Visual Impressions Receiving Dock

Maybe it’s because that we try to deliver exceptional customer service daily that I get so frustrated and annoyed with other companies that fail to deliver even a shallow degree of customer service.  Worse, are companies who think that they are a great customer service led firm, but in reality they fail with their interactions.

Below are two examples of actual customer service I have experienced recently.  These are professionals, doing their jobs, and are completely on opposite ends of the customer service spectrum.   I’m pointing these out so others can learn from them, but also because blog venting feels so good.  Ahhhhh.

The Tightest Ship?

First, let’s discuss UPS.  “The tightest ship in the shipping business” is what they claim to be.  True?  Let’s peel back that facade and find out.

Every single day we receive hundreds of boxes via UPS.  Most people might have received a package or two…or on a busy day an entire hand-truck worth.  Our daily delivery is usually the majority of one of their trucks, but on occasions we can receive that truck and a good bit of another.  When Eddie, our normal route driver, leaves we are sorting and wading through somewhere between two hundred and five hundred boxes.  Every.  Single.  Day.  Our crack receiving team sorts, opens and counts each box the day it comes in and checks it in against orders in the system for accuracy.  They also receive stuff from FedEx, LTL shipments, and occasionally semi-truck trailer loads of stuff too.  It is a monumental sisyphean task, and we kick ass doing it.

A few weeks ago a customer sent us three boxes of trendy beach hoodies to decorate that they ordered from a distributor.  Of the three, we received only two.  Our problem is that when Eddie is finishing regurgitating that wave of boxes for the delivery, we sign for everything on our dock.  It takes hours to go through it all.  We knew we should have had three boxes for this order delivered, as the boxes were correctly marked 1 of 3, and 2 of 3.  Tracking the shipment confirmed that there were three boxes shipped for this order.   The one box that’s missing contained 50 hoodies and is worth about $350.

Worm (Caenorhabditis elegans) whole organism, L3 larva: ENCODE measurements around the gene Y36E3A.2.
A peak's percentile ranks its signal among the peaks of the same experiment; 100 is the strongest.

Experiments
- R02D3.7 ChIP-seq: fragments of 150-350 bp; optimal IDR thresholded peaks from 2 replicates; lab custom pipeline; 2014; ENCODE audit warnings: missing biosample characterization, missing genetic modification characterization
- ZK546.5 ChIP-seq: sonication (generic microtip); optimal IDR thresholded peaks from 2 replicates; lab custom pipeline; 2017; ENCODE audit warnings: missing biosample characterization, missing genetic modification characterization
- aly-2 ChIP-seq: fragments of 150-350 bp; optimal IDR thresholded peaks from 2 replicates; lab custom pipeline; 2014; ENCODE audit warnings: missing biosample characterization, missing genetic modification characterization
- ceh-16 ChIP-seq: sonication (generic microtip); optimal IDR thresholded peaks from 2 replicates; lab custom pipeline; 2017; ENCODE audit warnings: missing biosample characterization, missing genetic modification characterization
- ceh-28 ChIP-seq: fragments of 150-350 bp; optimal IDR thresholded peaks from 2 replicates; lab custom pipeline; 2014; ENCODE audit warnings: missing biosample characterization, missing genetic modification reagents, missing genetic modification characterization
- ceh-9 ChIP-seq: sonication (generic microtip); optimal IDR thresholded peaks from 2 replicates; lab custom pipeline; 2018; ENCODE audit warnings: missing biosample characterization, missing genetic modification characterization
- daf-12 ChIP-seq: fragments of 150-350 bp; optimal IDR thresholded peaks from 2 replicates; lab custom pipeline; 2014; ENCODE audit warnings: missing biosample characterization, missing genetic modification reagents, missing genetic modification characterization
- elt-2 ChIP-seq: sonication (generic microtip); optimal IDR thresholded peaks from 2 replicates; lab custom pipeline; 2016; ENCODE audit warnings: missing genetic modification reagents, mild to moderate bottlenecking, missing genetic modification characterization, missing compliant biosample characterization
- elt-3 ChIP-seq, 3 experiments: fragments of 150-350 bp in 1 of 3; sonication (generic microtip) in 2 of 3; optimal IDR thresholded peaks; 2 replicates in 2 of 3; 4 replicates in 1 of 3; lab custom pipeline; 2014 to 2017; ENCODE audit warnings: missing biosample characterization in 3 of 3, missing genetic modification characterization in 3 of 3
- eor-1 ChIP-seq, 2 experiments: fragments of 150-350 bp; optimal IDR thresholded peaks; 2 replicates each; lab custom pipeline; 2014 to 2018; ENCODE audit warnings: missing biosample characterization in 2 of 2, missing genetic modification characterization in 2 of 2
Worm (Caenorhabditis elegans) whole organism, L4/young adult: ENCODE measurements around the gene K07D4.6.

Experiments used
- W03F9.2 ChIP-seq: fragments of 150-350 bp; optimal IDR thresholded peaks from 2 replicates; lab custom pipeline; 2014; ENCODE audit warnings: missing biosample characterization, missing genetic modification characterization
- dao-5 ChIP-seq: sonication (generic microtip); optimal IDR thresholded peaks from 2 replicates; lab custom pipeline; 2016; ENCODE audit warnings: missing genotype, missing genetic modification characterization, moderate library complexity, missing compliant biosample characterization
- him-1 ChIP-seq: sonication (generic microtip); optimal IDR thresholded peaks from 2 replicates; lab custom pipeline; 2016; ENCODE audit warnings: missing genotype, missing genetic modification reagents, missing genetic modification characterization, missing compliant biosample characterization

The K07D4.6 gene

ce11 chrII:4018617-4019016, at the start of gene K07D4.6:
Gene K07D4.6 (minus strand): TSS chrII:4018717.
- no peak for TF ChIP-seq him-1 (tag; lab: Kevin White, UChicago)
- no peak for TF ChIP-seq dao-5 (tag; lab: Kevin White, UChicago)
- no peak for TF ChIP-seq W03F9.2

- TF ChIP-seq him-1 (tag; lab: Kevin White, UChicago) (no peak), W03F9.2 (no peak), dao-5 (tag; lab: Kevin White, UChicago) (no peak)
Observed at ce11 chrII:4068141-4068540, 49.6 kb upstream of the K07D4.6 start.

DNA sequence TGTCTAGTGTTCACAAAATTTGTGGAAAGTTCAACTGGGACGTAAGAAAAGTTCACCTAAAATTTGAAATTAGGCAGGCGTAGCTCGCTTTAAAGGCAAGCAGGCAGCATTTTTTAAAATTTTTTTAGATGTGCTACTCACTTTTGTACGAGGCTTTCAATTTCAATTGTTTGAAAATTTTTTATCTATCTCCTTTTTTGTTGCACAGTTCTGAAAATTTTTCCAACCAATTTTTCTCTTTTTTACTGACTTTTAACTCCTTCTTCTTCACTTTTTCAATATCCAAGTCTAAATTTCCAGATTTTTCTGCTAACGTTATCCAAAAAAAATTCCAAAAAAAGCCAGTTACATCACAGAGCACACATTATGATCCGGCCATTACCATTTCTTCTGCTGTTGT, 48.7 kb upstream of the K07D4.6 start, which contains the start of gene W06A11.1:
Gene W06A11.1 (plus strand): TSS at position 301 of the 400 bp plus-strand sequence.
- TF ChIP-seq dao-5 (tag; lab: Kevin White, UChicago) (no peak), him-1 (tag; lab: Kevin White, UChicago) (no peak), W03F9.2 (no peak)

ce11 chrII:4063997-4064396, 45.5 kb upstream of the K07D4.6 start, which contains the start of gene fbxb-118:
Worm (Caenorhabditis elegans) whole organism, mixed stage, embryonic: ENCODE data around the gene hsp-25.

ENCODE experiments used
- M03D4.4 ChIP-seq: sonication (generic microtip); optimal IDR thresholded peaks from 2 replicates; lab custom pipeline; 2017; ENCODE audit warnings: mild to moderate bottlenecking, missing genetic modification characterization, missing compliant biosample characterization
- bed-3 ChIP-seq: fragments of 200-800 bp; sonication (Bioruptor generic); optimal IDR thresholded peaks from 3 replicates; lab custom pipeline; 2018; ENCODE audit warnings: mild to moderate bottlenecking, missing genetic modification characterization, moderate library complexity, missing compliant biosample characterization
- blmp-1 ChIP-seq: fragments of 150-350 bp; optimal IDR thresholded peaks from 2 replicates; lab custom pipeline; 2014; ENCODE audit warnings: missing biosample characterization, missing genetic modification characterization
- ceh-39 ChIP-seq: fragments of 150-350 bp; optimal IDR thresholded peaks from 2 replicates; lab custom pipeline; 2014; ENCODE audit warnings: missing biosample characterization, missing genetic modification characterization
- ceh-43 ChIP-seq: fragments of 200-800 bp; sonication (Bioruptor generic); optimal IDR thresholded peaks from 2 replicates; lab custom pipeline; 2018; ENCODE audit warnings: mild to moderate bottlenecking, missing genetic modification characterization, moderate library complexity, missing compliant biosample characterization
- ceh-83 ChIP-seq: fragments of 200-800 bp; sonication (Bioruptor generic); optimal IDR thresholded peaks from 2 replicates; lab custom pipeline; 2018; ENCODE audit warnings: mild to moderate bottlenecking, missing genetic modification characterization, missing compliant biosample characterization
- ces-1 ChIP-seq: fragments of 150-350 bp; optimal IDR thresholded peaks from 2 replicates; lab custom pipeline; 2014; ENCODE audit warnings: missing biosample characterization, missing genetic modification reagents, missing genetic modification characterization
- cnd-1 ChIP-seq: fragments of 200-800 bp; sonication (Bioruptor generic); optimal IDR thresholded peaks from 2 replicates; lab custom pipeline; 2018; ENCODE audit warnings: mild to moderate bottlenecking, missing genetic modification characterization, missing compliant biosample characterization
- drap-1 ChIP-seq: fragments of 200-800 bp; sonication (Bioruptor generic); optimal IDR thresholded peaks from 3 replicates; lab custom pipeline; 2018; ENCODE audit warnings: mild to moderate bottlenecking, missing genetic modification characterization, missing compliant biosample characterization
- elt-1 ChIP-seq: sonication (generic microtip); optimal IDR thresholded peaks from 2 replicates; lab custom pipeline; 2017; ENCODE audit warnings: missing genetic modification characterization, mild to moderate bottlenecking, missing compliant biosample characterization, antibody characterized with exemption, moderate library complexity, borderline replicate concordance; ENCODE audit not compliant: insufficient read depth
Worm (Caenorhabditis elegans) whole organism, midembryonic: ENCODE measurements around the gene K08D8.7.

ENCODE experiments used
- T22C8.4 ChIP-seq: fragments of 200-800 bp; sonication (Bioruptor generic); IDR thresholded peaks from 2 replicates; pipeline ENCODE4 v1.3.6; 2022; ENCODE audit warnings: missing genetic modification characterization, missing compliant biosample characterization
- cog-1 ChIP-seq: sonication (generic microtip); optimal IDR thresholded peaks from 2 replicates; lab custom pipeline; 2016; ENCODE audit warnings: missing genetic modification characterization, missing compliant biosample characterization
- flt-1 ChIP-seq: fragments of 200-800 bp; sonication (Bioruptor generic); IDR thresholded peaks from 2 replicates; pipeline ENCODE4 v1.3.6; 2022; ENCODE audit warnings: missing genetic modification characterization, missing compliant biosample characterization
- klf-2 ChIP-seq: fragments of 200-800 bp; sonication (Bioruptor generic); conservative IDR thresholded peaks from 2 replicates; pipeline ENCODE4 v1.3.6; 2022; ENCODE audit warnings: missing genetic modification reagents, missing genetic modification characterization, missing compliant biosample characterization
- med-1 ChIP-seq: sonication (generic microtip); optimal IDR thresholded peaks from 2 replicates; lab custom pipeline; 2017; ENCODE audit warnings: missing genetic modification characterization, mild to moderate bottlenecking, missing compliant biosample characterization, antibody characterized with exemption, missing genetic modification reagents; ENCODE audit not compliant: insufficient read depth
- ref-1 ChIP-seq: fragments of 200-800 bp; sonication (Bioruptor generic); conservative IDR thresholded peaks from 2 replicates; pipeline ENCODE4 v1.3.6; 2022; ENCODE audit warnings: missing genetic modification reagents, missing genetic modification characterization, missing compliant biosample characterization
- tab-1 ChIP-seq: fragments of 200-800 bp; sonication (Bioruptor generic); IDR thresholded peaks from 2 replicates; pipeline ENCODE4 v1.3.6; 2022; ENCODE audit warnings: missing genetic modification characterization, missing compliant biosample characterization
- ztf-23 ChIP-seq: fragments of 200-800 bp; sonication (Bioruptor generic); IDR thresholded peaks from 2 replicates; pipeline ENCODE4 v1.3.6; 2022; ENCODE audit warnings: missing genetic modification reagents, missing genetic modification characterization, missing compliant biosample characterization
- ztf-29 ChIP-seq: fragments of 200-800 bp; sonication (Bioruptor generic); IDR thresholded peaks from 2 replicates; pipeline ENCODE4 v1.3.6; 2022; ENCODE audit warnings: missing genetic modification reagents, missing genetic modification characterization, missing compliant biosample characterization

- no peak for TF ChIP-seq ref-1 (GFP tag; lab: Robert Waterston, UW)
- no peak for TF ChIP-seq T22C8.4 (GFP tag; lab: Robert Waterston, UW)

So, we do what anyone would do and report the challenge to both our client and UPS.  Our client is completely understanding and appreciative of the situation.  UPS, not so much.  “Well, you signed for it” is what we are initially told by their customer service rep on the phone.  Thanks UPS!

In the day of instant information search and customer databases, not understanding your customer and using any active listening skills towards the problem is a huge sin.  “Well, you signed for it” is the verbal equivalent of a punch in the eye.  Thanks.

Only after kicking the problem upstairs and making a big stink, did we get in contact with a customer service representative high enough in the food chain to start an investigation into the matter.

When I was discussing the problem with the senior rep, I mentioned that our company operates a little differently than most normal UPS stops, but we aren’t entirely unique.  There probably are other companies around the globe that get hundreds of packages a day from UPS.  They know that they don’t do everything perfectly, as much as they don’t want to admit it.

I politely asked that if they wanted to stick with the “Well, you signed for it” statement as policy, maybe we should just have their driver wait while we go through every box on the delivery to make sure they are all there.  Would Eddie mind if he hangs around until mid-afternoon while we make sure everything is accounted for with the delivery?  “Um…”